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It's the system, stupid!
Some 16,000 people marched yesterday in support of Hong Kong's controversial Article 23 of the Basic Law under the auspices of which the territory's government is introducing anti-subversion legislation. Beijing has, of course, never had much trouble mobilizing its rent-a-mobs in Hong Kong and yesterday's little display was a riposte to the 60,000 who marched a week earlier protesting against the new legislation.
The matter has received quite a lot of comment in Taiwan in the past week, most of it negative. The Mainland Affairs Council is worried that the new legislation will impede ties, tenuous as they are, between Hong Kong and Taiwan, while human rights activists have been urging Taiwanese to add their voice to the wave of international concern that surrounds what is widely seen as potentially a huge blow to Hong Kong's residual freedoms, seemingly in conflict with the freedom of speech promised to Hong Kong's people as part of the "one country, two systems" deal.
It is a coincidence, and one that we would have expected the blue camp, naturally concerned about anything that interferes with its covert cooperation and financing from Beijing, to have seized upon with glee, that Taiwan is also reviewing legislation not hugely different from that being drafted by Hong Kong. First there is a bill about the publication of state secrets. This is the result of the revelations orchestrated by subsequently disgraced PFP Legislator Diane Lee, of secret diplomatic slush funds from the files stolen by renegade National Security Bureau bookkeeper Liu Kuan-chun. Second, there is a bill on the funding of political parties under which politicians, or those intending to run for public office, would be banned from accepting campaign funding from certain groups or individuals including most notably people and organizations from China, Hong Kong and Macau.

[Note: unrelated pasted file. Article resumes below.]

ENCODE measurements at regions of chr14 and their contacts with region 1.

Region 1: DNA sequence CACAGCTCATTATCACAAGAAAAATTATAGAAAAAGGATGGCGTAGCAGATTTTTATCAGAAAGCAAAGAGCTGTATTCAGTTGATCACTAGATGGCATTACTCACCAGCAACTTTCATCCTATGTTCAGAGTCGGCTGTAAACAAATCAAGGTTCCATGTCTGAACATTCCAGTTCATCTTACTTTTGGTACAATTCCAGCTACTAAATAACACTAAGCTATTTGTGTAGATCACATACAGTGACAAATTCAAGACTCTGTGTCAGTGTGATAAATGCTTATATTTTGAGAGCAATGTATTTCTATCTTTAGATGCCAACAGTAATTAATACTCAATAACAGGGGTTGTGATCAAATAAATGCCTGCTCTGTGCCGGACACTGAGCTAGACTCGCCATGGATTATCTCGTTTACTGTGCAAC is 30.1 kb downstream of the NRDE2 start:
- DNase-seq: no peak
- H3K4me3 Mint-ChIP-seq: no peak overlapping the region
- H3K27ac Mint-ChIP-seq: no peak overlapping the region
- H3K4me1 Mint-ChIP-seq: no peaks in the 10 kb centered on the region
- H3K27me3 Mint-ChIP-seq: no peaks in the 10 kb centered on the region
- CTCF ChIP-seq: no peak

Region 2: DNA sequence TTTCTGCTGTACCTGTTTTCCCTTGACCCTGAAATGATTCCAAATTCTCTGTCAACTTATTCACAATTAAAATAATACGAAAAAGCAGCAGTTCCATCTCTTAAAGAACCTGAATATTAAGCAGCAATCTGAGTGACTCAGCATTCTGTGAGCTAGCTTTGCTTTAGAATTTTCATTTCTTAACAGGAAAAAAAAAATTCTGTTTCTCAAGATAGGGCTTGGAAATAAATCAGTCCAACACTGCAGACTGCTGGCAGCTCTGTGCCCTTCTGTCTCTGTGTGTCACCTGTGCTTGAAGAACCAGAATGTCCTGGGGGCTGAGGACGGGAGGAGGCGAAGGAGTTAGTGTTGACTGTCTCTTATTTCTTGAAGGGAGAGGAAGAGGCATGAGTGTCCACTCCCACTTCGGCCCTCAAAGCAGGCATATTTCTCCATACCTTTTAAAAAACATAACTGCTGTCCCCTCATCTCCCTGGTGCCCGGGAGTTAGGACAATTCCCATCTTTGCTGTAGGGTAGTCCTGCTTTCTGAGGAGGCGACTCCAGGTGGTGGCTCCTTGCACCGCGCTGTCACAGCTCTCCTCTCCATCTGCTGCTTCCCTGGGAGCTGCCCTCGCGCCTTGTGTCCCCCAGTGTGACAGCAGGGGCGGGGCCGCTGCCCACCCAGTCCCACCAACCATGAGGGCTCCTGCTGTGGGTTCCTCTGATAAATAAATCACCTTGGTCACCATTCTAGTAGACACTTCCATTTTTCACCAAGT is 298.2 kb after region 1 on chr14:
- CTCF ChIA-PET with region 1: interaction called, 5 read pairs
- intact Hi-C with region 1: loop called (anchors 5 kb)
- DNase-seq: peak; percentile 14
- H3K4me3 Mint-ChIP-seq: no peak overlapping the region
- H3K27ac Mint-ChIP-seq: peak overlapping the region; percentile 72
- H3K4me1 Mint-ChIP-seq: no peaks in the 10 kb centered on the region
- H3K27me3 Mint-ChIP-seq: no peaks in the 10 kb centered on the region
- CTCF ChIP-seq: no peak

Probably sooner rather than later we can expect the pro-China media and Beijing's blue-camp followers to point out the similarity between Hong Kong legislation that reduces the media's right of free speech and the involvement in Hong Kong affairs of overseas political organizations or individuals and Taiwan legislation that, well, reduces the media's right of free speech and the involvement in Taiwan affairs of overseas political organizations or individuals. It ill becomes Taiwan's green camp liberals, they will say, to condemn the behavior of Beijing's puppet government in Hong Kong on the one hand while imitating it themselves on the other.
Expecting this as we do, we may as well launch a pre-emptive attack on this line of reasoning, so here we go. Taiwan's situation differs from that of Hong Kong in precisely this manner -- that if the government is seen by the people of Taiwan to be using its powers in a heavy-handed manner, those people have the right to boot that government out of office. The people of Hong Kong do not have that right. Taiwan's government is answerable to the people of Taiwan. Hong Kong's government is answerable to fewer than a dozen men in Beijing. And that's it, really. You don't have to compare the pieces of legislation looking for ways in which one version is more or less restrictive than another. All you have to know is that the Taiwan legislation is made within a political system where the governed can, if they wish, force change upon those who govern them. The Hong Kong legislation isn't. As Bill Clinton might have said: "It's the system, stupid!"
*Paul Lin is a columnist based in New York.
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